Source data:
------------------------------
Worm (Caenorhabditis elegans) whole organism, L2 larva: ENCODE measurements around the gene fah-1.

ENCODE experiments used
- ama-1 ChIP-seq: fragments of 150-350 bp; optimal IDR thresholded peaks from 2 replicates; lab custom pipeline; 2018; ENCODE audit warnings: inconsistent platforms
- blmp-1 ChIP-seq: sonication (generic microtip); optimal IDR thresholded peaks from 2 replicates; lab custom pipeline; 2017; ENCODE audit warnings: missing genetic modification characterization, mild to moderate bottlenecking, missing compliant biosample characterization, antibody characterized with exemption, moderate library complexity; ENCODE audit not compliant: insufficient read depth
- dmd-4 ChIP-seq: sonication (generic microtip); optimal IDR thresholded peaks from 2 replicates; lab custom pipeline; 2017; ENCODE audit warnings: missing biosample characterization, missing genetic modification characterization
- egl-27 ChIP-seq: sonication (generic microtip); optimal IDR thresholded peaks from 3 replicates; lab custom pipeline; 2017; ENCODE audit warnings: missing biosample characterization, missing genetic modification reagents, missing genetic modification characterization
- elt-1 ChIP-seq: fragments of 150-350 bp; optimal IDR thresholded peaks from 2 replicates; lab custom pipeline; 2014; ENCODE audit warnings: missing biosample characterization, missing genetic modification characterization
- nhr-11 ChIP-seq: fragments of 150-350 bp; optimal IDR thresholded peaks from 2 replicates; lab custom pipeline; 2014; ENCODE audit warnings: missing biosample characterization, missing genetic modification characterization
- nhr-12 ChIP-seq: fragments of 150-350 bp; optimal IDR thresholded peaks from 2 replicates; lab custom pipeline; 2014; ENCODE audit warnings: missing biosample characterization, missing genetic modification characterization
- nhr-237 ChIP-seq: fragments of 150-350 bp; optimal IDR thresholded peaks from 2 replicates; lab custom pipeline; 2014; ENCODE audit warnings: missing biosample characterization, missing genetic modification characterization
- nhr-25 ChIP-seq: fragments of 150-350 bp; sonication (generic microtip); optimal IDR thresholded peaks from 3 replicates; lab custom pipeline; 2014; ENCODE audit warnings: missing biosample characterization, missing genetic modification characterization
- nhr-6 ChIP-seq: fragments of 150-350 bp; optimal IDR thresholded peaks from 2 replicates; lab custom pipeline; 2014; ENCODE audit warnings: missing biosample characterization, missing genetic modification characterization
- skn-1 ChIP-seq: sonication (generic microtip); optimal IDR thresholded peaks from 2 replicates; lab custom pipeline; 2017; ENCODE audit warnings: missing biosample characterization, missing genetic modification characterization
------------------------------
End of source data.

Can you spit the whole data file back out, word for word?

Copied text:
Worm (Caenorhabditis elegans) whole organism, L2 larva: ENCODE measurements around the gene fah-1.

ENCODE experiments used
- ama-1 ChIP-seq: fragments of 150-350 bp; optimal IDR thresholded peaks from 2 replicates; lab custom pipeline; 2018; ENCODE audit warnings: inconsistent platforms
- blmp-1 ChIP-seq: sonication (generic microtip); optimal IDR thresholded peaks from 2 replicates; lab custom pipeline; 2017; ENCODE audit warnings: missing genetic modification characterization, mild to moderate bottlenecking, missing compliant biosample characterization, antibody characterized with exemption, moderate library complexity; ENCODE audit not compliant: insufficient read depth
- dmd-4 ChIP-seq: sonication (generic microtip); optimal IDR thresholded peaks from 2 replicates; lab custom pipeline; 2017; ENCODE audit warnings: missing biosample characterization, missing genetic modification characterization
- egl-27 ChIP-seq: sonication (generic microtip); optimal IDR thresholded peaks from 3 replicates; lab custom pipeline; 2017; ENCODE audit warnings: missing biosample characterization, missing genetic modification reagents, missing genetic modification characterization
- elt-1 ChIP-seq: fragments of 150-350 bp; optimal IDR thresholded peaks from 2 replicates; lab custom pipeline; 2014; ENCODE audit warnings: missing biosample characterization, missing genetic modification characterization
- nhr-11 ChIP-seq: fragments of 150-350 bp; optimal IDR thresholded peaks from 2 replicates; lab custom pipeline; 2014; ENCODE audit warnings: missing biosample characterization, missing genetic modification characterization
- nhr-12 ChIP-seq: fragments of 150-350 bp; optimal IDR thresholded peaks from 2 replicates; lab custom pipeline; 2014; ENCODE audit warnings: missing biosample characterization, missing genetic modification characterization
- nhr-237 ChIP-seq: fragments of 150-350 bp; optimal IDR thresholded peaks from 2 replicates; lab custom pipeline; 2014; ENCODE audit warnings: missing biosample characterization, missing genetic modification characterization
- nhr-25 ChIP-seq: fragments of 150-350 bp; sonication (generic microtip); optimal IDR thresholded peaks from 3 replicates; lab custom pipeline; 2014; ENCODE audit warnings: missing biosample characterization, missing genetic modification characterization
- nhr-6 ChIP-seq: fragments of 150-350 bp; optimal IDR thresholded peaks from 2 replicates; lab custom pipeline; 2014; ENCODE audit warnings: missing biosample characterization, missing genetic modification characterization
- skn-1 ChIP-seq: sonication (generic microtip); optimal IDR thresholded peaks from 2 replicates; lab custom pipeline; 2017; ENCODE audit warnings: missing biosample characterization, missing genetic modification characterization